Often, while the family was still having the Easter breakfast, the sound of the joyous ringing of the church bell would be heard. The ringing was done to proclaim the joy of the Resurrection of our Lord. The task was accomplished by one of the boys of the village. He would have been the first to hurry home, have his Easter family breakfast and run back to the church. It was considered an honor to do the Easter morning bell ringing, and whoever the fleet footed lad was who accomplished the ringing was then predicted to be the First in many accomplishments in the coming year.
Easter was celebrated for three days
In Ukraine, Easter was celebrated for three days. There was usually no work done, much food consumed and many hours spent in church, as well as with family and friends. Being such a happy time, there were also stories told and games played by the children. Among the games was the rolling of the krashanky (plain colored, hard boiled eggs. single egg: “krashanka”, from the word “kraska”, meaning “color”). There were many variations of that game. The one popular among the girls was the line rolling. In that, girls would stand in two parallel lines and roll the eggs back and forth between partners. The two girls with the last remaining un-cracked egg would win all of the eggs that had cracked. Another game with krashanky was known as “chockamia”. In this game, two children would tap each others eggs together until one of the eggs cracked. The winner, whose egg did not crack, got to keep the cracked egg. Older children would do the airborne variation of the parallel line game. The eggs would be thrown between the teenagers in the lines. Again, the team with the last un-cracked egg would be the winner. Source, Source 2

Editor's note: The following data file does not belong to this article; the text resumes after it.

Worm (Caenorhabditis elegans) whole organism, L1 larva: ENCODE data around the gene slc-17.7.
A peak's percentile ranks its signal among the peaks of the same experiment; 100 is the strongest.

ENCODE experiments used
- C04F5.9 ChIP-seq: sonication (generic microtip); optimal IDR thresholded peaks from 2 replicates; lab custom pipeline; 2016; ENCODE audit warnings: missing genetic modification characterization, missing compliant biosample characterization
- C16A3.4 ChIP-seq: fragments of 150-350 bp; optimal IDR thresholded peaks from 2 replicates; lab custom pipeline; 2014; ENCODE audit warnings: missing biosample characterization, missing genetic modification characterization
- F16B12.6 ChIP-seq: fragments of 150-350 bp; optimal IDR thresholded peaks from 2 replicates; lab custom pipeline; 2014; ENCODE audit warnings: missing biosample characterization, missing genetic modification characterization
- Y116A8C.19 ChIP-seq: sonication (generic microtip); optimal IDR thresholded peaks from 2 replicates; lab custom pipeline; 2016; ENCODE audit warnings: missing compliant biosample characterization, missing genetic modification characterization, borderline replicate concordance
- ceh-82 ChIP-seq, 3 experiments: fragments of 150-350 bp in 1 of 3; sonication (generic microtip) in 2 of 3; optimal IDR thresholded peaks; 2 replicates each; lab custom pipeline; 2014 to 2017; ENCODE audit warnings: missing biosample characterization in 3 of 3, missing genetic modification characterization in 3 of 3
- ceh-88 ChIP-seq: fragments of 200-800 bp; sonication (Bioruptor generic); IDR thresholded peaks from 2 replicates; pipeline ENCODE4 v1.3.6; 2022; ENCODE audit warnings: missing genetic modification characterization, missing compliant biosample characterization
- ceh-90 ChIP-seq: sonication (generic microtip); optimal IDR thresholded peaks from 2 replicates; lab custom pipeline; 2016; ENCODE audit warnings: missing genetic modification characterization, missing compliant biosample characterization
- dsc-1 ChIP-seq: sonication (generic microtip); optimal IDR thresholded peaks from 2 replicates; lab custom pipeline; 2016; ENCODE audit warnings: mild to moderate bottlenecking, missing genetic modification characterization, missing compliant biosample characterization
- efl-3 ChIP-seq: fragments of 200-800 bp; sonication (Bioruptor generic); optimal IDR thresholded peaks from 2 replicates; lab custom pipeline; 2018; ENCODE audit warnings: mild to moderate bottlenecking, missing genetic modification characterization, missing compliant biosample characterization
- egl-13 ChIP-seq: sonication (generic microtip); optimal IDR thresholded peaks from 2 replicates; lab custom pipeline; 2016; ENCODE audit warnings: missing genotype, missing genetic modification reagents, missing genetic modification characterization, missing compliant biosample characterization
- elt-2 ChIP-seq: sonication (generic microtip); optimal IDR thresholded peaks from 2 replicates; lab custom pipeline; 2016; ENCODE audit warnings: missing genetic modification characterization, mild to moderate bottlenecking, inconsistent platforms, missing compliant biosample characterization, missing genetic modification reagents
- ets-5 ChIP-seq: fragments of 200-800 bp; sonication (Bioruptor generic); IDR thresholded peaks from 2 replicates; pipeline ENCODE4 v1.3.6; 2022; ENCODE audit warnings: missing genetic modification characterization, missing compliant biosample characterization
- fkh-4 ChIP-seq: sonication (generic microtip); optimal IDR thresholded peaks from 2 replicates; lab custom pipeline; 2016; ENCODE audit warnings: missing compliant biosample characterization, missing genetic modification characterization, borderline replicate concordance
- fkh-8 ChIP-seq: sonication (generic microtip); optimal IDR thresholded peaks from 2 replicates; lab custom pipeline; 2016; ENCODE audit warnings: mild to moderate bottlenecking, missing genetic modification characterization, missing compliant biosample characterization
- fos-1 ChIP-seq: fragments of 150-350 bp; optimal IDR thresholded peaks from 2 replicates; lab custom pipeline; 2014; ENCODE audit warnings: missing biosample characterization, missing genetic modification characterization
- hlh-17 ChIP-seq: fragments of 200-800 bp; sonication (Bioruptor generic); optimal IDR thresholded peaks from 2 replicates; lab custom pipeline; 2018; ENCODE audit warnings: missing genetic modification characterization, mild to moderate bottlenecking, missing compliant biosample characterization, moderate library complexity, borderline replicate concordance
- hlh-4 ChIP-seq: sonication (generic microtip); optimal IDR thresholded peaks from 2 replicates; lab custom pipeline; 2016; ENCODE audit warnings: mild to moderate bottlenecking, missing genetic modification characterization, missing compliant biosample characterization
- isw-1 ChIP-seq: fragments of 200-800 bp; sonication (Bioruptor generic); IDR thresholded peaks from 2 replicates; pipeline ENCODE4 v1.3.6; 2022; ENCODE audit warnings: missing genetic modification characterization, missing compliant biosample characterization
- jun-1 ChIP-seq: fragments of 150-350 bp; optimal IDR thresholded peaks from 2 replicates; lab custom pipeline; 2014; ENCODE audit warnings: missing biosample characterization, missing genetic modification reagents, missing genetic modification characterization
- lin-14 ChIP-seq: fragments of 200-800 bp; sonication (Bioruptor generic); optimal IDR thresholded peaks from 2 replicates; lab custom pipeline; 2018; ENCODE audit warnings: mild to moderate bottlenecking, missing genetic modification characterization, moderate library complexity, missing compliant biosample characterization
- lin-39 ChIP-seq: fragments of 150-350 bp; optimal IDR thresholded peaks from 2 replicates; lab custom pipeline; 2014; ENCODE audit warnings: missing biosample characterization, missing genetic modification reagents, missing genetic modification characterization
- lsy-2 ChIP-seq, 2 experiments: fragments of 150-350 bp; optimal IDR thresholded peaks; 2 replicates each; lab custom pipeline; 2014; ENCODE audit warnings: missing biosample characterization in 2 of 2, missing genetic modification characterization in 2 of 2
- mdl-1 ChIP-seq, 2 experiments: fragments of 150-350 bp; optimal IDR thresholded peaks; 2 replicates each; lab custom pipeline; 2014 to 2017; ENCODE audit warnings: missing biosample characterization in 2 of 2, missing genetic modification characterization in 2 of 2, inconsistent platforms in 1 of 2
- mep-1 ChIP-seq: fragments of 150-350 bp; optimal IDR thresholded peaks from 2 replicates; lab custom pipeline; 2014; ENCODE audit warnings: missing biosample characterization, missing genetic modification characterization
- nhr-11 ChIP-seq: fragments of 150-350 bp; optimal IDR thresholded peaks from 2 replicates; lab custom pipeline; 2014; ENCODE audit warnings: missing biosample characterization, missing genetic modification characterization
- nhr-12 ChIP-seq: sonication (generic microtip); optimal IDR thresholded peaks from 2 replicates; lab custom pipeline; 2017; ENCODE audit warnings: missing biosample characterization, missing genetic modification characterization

Easter traditions in creativity of masters of the Nikolaev area, Ukraine
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Categories: Ethnic traditions